National Aviary's popular rainforest room undergoes $1.3M renovation
Exotic birds such as the Victoria crowned pigeon and large crowds of visitors that flock to Pittsburgh's National Aviary will be able to start enjoying the popular tropical rainforest habitat again in July when a $1.3 million renovation is completed.
Aviary and city officials announced details of the project Friday.
Inside the tropical rainforest room, several levels of scaffolding have been erected so workers can install 3,146 panes of ultra modern, bird-safe glass designed locally. The room also will get new waterfalls and ponds, along with more tropical plants and bird species.
With its elevated walkway above a pond and surrounded by towering ficus trees, the other-worldly rainforest room is home to 72 birds of dozens of species, including the Victoria crowned pigeons, macaws, the great argus pheasant and even some birds that are extinct in the wild.
The room has a conservatory feel to it thanks to its high, rounded glass ceiling and sides. And it should, since it was built as a conservatory 66 years ago after a natural gas explosion left Phipps Conservatory in ruins, according to the aviary.
The conservatory-aviary became the only free-flight room for birds in the country.
Over the years, the aviary became more than a habitat for exotic wildlife. It became a destination for endangered birds where experts worked to save species from around the world.
The aviary's most popular exhibit, the rainforest room, has been getting old and a bit leaky. While structurally sound and in generally good condition, aviary officials said glass needed to be replaced and other renovations were desired.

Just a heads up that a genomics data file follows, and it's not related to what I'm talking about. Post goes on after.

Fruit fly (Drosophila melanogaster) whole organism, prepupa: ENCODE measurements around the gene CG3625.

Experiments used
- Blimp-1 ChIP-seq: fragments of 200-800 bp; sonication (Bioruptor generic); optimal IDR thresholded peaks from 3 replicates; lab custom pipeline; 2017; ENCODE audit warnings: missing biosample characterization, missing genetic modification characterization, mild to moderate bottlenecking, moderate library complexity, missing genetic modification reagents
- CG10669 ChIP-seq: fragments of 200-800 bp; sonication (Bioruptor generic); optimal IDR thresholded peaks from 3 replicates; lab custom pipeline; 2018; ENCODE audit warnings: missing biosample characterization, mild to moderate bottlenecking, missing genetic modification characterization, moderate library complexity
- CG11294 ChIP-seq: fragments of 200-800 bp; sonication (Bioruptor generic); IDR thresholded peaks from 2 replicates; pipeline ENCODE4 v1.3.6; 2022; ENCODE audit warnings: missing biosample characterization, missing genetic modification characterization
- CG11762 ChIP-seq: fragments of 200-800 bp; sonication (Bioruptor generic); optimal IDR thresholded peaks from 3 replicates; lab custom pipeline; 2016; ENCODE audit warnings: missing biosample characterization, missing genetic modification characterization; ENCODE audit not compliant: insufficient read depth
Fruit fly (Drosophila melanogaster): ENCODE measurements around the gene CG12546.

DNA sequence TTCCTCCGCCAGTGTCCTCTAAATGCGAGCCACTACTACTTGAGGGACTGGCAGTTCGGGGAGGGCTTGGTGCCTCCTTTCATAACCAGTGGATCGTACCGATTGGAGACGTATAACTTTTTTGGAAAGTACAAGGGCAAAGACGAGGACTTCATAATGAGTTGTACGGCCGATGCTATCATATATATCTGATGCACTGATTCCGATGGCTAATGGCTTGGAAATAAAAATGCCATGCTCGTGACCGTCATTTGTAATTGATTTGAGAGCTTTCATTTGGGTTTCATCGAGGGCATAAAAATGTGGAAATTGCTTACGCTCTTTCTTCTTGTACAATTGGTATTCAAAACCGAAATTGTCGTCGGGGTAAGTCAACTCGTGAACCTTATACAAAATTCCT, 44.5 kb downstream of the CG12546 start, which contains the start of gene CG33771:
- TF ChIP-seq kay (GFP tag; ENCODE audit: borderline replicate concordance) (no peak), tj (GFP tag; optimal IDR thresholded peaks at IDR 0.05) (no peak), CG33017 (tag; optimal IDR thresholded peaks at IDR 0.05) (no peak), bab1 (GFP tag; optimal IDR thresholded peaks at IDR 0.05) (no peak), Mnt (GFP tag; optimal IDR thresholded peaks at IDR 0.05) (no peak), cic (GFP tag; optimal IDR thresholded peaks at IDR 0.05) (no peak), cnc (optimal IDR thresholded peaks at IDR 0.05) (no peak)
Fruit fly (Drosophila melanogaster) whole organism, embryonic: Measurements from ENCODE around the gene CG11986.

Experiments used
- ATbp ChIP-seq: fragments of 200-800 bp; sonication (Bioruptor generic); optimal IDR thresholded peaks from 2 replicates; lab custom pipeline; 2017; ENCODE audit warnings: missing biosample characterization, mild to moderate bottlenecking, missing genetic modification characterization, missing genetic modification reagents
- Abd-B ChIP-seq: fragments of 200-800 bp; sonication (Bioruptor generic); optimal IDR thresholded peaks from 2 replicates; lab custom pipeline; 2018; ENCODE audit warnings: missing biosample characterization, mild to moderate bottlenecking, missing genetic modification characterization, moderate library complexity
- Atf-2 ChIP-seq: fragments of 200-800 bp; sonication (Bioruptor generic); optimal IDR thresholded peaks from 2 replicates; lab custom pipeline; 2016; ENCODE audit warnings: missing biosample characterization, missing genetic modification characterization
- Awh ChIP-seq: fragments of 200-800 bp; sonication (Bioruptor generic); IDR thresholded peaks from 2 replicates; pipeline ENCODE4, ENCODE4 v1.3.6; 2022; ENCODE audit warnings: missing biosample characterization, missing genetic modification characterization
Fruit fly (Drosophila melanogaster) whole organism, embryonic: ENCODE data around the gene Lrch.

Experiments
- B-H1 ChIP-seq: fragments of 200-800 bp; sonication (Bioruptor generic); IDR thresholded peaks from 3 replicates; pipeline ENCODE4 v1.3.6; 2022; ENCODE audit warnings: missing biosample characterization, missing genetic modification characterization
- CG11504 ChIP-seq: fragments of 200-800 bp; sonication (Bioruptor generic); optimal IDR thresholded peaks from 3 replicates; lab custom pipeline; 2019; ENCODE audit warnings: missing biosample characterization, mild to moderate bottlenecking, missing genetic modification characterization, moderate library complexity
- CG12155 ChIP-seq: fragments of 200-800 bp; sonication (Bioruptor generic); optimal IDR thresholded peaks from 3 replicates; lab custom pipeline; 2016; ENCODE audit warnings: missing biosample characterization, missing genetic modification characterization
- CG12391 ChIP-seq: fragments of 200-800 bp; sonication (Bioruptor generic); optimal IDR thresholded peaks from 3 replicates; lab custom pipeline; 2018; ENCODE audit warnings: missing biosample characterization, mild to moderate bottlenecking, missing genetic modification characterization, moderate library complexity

“As you can imagine, bird-friendly glass is important to us,” said Cheryl Tracy, the aviary's executive director.
The aviary consulted with the American Bird Conservatory and others as it considered which glass it would use. Collisions with glass are a mortality issue for birds everywhere, so it was important to make the right decision.
Given the region's history and expertise in glass, the replacement “bird glass” was designed and made by Vitro Architectural Glass, formerly PPG Glass. Its research facility in Harmar created Starphire glass, an ultra-clear architectural glass used for the exterior of The Tower at PNC Plaza in Downtown Pittsburgh.
The special bird glass is Starphire glass manufactured by Vitro's plant in Carlisle. It was acid-etched to give the glass a milky hue, according to Dick Beuke, president of Vitro's operations in the United States and Canada.
The glass allows ultraviolet rays to penetrate, which benefits the trees and plants, while the milky color of the glass achieved by acid etching prevents birds collisions from inside and outside.
For the four-month project, the rainforest birds will live in temporary homes throughout the aviary.
The project is being paid for by donations from the Allegheny County Regional Asset District and the Colcom Foundation. Other project supporters include Trib Total Media.
The Regional Asset District, which is supported by a portion of sales taxes in Allegheny County, was formed in the early 1990s to aid recreational and cultural assets such as the aviary.
“The aviary is a unique treasure,” said Dan Griffin, chairman of RAD's board of directors. “There is no other National Aviary,” he said.
The aviary receives nearly 200,000 visitors a year.
Mary Ann Thomas is a Tribune-Review staff writer.